WASHINGTON, DC, November 22, 2006 (ENS) - The U.S. Environmental Protection Agency is rapidly dispersing its library collections to preempt Congressional intervention, according to internal emails released Monday by Public Employees for Environmental Responsibility, PEER, a national association of employees in natural resources agencies.
Contrary to promises by EPA Deputy Administrator Marcus Peacock that all of the former library materials will be made available electronically as the agency closes libraries to save money, PEER says "vast troves of unique technical reports and analyses will remain indefinitely inaccessible."
Meanwhile, many materials formerly held by the Office of Prevention, Pollution and Toxic Substances Library, in EPA's Washington DC Headquarters, were directed to be thrown into trash bins, according to reports received by PEER. This month, EPA closed this library, its only specialized library for research on health effects and properties of toxic chemicals and pesticides, without notice to either the public or affected scientists.
"By its actions, it appears that the appointed management at EPA is determined to actually reduce the sum total of human knowledge," said PEER Executive Director Jeff Ruch. "EPA is not an agency renowned for its speed, so its undue haste in dumping library holdings suggests a political agenda rather than anything resembling a rational information management plan."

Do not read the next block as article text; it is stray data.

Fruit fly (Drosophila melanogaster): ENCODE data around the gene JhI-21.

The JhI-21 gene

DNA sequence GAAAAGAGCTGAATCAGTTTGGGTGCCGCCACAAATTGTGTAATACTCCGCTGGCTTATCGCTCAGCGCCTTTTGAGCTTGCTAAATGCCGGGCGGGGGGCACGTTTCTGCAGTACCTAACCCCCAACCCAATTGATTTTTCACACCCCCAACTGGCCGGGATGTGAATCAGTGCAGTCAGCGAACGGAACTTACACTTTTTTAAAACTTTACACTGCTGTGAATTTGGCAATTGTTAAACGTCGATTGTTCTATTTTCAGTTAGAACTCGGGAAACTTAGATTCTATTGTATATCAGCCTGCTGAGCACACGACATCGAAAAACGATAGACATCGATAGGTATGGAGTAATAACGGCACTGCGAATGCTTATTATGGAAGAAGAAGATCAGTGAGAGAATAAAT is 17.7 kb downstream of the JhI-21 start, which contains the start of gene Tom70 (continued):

In the case of the OPPTS Library, the collection is being offered to other EPA offices. What has not been immediately claimed is destined for the trash bin. PEER says the only "unique" documents that EPA is digitizing are those authored by EPA staff. Thousands of documents written or compiled by EPA contractors will remain boxed up and unavailable, either electronically or physically, as the material has not been catalogued. The EPA is spending more money closing the libraries than it asserted it would save, $2 million, from the closures.
"The dismantlement of EPA's library network has been directed from above without any assessment of the information needs of the agency, let alone outside researchers or the public," Ruch added, noting that the Senate will soon be taking up EPA's budget for the current fiscal year. "It is high time Congress weighs in before EPA completely destroys its library system."
Democrats Senator Barbara Boxer of California the incoming chair of the oversight committee for EPA, and Senator Frank Lautenberg of New Jersey are leading an effort to restore EPA's network of libraries during the current lame-duck session of Congress.